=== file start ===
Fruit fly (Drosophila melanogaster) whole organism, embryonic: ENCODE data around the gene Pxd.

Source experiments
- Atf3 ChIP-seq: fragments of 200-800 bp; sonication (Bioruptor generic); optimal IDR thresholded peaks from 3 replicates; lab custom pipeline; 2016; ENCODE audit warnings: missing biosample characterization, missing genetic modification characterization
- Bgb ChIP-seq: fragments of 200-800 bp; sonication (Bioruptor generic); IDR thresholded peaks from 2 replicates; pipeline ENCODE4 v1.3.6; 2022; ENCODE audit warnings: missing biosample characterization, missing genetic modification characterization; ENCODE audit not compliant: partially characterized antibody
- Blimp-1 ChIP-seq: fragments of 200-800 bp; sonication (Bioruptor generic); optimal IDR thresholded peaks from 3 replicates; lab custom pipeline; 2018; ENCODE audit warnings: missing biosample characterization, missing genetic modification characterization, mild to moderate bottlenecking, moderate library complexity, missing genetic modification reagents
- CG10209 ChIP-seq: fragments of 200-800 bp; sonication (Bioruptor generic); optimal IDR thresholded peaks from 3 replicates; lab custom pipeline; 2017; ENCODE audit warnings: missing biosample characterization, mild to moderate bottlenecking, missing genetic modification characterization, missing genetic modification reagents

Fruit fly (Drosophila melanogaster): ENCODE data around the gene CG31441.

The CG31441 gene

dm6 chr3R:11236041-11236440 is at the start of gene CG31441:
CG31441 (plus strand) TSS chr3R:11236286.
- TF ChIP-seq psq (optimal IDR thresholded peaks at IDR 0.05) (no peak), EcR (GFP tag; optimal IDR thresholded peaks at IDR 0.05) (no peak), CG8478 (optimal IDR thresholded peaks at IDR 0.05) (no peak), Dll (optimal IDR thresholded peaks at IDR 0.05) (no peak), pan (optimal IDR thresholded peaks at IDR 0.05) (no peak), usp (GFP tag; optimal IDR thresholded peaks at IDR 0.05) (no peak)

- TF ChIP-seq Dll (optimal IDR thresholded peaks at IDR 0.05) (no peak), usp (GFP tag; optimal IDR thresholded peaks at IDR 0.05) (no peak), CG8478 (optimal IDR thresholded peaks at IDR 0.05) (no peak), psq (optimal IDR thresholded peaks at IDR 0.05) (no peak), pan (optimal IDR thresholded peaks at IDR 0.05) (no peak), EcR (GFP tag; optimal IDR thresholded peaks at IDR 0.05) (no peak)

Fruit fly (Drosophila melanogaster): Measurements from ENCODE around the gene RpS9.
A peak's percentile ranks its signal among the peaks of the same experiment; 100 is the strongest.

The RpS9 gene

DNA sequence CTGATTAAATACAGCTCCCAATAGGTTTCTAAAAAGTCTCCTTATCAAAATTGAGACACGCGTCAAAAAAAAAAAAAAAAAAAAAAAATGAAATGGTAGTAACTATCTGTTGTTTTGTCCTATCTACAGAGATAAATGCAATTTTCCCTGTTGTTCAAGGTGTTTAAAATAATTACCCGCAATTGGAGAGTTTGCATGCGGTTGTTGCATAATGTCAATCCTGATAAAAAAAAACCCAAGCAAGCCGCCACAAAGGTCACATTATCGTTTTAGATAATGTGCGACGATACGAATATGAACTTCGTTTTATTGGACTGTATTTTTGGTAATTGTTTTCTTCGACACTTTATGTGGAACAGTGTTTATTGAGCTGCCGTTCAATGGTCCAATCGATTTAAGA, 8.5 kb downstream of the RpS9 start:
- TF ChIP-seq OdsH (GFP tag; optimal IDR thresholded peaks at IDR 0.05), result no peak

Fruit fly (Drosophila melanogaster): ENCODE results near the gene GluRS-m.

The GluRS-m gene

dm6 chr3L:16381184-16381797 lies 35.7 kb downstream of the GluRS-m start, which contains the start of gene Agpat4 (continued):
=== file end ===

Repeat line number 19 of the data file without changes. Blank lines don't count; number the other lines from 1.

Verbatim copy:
The GluRS-m gene